Nothing in biology makes sense except in the light of evolution.
--Theodosius Dobzhansky (1973, The American Biology Teacher)
Antibiotic resistance, genetically modified produce, avian flu, and invasive species persistence are just a few scientific issues pulled from the headlines that affect society on a daily basis. Understanding these issues requires knowledge of evolutionary processes. Educating students about evolution may never have been as necessary as it is today; however, public battles between science and religion provide hurdles to teaching evolution (Futuyma, 1995; Miller et al., 2006). The need to produce students equipped to understand current and future scientific issues of societal relevance is rarely disputed. Therefore, we must find creative ways to accomplish this goal. Improving a student's ability to understand evolution may be achieved through an inquiry-based module that focuses on relevant and uncontroversial geological, physical, and life sciences.
This module engages students in determining the age of their fossil, its relationship to living organisms, and observing natural selection through inquiry-based and collaborative learning. By first understanding the scientific methods used by paleontologists to document evolutionary processes, later lessons specific to evolution are effective and well-received.
Building Evolutionary Understandings Without Using the E-word
As a National Science Foundation (NSF) GK-12 Graduate Fellow collaborating with an eighth-grade science teacher at an under-represented middle school in northcentral Florida, I was eager to teach evolution to our students. However, as soon as I mentioned that I studied evolution, students frequently responded, "I'm not related to monkeys." When I proceeded to explain that evolution is, "change in the properties of populations of organisms over time" (Mayr, 2001), I noticed that students were often unwilling to open their minds to discussions regarding this subject, whereas other disciplines (such as geology or ecology) never elicited such reactions. Why were they shutting off when I mentioned "evolution"? How could I get them to understand what evolution really is? I then remembered an exhibit I saw at the Sam Noble Oklahoma Museum of Natural History that taught numerous evolutionary concepts without ever mentioning the word "evolution." Could I do the same? I quickly learned that evolution could be taught by building understandings of uncontroversial science, classification methods, and by allowing students to engage in natural selection.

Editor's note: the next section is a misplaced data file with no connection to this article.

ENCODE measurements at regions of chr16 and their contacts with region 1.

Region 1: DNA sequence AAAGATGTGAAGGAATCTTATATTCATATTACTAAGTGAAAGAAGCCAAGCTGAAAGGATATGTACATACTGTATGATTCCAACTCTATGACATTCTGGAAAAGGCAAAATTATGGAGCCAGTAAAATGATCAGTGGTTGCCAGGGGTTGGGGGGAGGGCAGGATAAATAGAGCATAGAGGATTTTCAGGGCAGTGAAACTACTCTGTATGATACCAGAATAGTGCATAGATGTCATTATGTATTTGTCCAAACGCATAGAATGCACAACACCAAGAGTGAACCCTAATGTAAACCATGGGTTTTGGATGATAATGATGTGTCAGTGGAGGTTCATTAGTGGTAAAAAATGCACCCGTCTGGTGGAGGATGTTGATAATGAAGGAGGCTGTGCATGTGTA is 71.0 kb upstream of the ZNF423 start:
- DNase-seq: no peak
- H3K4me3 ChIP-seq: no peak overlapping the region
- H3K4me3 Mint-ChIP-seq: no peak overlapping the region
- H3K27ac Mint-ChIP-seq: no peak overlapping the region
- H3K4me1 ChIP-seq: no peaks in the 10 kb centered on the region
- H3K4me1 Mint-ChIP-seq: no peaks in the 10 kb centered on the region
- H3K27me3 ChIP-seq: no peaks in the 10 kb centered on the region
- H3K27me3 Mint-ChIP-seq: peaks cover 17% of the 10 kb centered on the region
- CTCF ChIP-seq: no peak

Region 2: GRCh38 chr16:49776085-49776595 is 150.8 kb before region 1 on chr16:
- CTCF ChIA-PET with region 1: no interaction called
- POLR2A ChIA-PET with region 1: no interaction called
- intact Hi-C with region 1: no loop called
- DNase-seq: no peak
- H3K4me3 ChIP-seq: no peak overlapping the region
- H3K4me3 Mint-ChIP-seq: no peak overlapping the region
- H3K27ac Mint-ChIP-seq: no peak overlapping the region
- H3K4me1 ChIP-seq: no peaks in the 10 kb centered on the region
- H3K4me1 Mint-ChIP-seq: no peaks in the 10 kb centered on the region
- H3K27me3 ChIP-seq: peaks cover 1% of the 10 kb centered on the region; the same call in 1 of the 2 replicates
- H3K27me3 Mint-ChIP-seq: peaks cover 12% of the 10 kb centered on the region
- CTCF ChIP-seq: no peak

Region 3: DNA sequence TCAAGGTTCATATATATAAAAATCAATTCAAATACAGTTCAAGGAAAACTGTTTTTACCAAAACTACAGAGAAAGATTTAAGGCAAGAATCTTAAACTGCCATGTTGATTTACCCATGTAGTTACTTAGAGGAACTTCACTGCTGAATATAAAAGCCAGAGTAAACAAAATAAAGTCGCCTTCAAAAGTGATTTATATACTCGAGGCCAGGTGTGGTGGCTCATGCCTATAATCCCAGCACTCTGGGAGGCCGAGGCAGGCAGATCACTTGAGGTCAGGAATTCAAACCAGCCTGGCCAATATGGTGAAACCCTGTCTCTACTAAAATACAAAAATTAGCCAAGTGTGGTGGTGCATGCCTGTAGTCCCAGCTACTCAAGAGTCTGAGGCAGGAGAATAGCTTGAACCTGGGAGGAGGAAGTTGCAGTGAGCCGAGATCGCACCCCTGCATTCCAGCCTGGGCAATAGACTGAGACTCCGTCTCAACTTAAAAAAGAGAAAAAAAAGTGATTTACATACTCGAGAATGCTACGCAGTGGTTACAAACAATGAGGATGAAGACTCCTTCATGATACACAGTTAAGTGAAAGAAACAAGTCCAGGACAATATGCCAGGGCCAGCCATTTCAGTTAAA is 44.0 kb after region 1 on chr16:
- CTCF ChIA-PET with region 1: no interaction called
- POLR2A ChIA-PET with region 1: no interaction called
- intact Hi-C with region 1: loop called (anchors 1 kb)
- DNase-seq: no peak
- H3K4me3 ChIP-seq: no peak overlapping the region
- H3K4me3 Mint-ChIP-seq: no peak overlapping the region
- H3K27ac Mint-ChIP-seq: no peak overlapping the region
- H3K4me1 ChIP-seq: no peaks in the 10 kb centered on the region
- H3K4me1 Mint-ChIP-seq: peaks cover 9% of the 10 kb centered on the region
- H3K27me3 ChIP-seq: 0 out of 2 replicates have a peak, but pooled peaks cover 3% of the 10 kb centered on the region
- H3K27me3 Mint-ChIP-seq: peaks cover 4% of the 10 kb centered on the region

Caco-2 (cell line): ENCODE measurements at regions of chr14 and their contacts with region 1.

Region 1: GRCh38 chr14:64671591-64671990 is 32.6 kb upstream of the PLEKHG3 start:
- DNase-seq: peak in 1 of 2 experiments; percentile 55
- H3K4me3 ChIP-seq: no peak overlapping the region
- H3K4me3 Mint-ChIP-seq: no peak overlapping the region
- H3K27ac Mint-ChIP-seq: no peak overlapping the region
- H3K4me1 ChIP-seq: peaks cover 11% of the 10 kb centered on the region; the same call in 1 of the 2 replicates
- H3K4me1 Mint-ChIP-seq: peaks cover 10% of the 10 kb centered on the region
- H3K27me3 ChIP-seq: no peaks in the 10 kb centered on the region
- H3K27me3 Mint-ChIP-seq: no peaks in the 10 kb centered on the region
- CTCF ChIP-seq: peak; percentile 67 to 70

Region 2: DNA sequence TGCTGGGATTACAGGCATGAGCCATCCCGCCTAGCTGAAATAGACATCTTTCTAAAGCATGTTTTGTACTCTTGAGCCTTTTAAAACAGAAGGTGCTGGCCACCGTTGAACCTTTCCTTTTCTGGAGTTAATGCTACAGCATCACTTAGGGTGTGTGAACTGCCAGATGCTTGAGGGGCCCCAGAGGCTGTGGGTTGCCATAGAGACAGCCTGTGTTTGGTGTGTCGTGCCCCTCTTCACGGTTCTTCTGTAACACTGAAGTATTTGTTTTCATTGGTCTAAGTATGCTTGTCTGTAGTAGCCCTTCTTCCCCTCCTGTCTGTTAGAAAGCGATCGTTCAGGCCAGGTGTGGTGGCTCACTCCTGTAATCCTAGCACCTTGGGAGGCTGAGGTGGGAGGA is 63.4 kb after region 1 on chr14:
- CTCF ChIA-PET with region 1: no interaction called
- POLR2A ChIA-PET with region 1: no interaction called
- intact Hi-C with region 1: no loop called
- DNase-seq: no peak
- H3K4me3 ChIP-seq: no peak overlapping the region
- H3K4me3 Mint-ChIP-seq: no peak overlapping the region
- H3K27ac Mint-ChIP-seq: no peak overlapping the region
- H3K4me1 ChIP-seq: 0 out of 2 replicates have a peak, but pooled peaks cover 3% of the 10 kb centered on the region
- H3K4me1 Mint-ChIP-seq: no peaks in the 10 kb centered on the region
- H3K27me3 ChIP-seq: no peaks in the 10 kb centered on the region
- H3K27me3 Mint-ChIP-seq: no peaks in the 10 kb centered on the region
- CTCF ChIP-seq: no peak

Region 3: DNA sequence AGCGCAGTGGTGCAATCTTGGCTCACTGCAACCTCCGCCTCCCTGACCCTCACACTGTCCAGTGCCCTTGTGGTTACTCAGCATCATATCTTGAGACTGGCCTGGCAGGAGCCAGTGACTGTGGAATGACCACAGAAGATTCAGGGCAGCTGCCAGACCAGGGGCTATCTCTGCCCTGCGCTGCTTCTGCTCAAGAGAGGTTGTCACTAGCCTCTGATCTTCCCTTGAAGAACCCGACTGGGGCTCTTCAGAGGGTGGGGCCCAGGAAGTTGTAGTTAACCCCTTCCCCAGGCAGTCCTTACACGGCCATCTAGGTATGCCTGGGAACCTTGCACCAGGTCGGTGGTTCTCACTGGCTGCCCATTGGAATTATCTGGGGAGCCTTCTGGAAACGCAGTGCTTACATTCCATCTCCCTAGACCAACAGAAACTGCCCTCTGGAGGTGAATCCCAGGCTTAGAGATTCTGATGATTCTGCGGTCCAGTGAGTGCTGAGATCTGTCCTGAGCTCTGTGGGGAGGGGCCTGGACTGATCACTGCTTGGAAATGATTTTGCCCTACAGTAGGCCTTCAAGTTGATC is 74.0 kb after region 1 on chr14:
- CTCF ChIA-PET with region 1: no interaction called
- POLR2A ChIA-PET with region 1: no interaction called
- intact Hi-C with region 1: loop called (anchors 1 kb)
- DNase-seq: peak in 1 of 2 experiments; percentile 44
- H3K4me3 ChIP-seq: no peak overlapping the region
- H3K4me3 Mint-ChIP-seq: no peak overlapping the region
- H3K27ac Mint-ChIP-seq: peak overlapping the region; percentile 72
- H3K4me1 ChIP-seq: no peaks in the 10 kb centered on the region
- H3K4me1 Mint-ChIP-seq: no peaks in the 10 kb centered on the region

The module described here consists of three lessons that address National Science Education Standards (National Resource Council, 1996; Table 1) and have the potential to improve science process skills through interdisciplinary content. All lessons utilize group collaborations and provide inquiry-based activities that model the science done by university professors and scientists. Additionally, each lesson focuses on understanding uncontroversial scientific material including the law of superposition (i.e., the idea that younger sediments are laid down on top of older sediments), relative vs. absolute dating (i.e., methods for determining the age of fossils and surrounding rocks), classification methods, and the process of natural selection. The e-word, "evolution," is not used in any of the lessons in order for students to maintain open minds while engaging in the scientific processes used to study evolutionary biology. Because the e-word is not mentioned, upon completion of the module, it is crucial that evolution is discussed in reference to what they learned. Students can then learn about evolution explicitly through connecting evolutionary biology to their experiences with the module.
The Stratigraphy Mystery
Students are often told that fossil evidence demonstrates support for evolution. …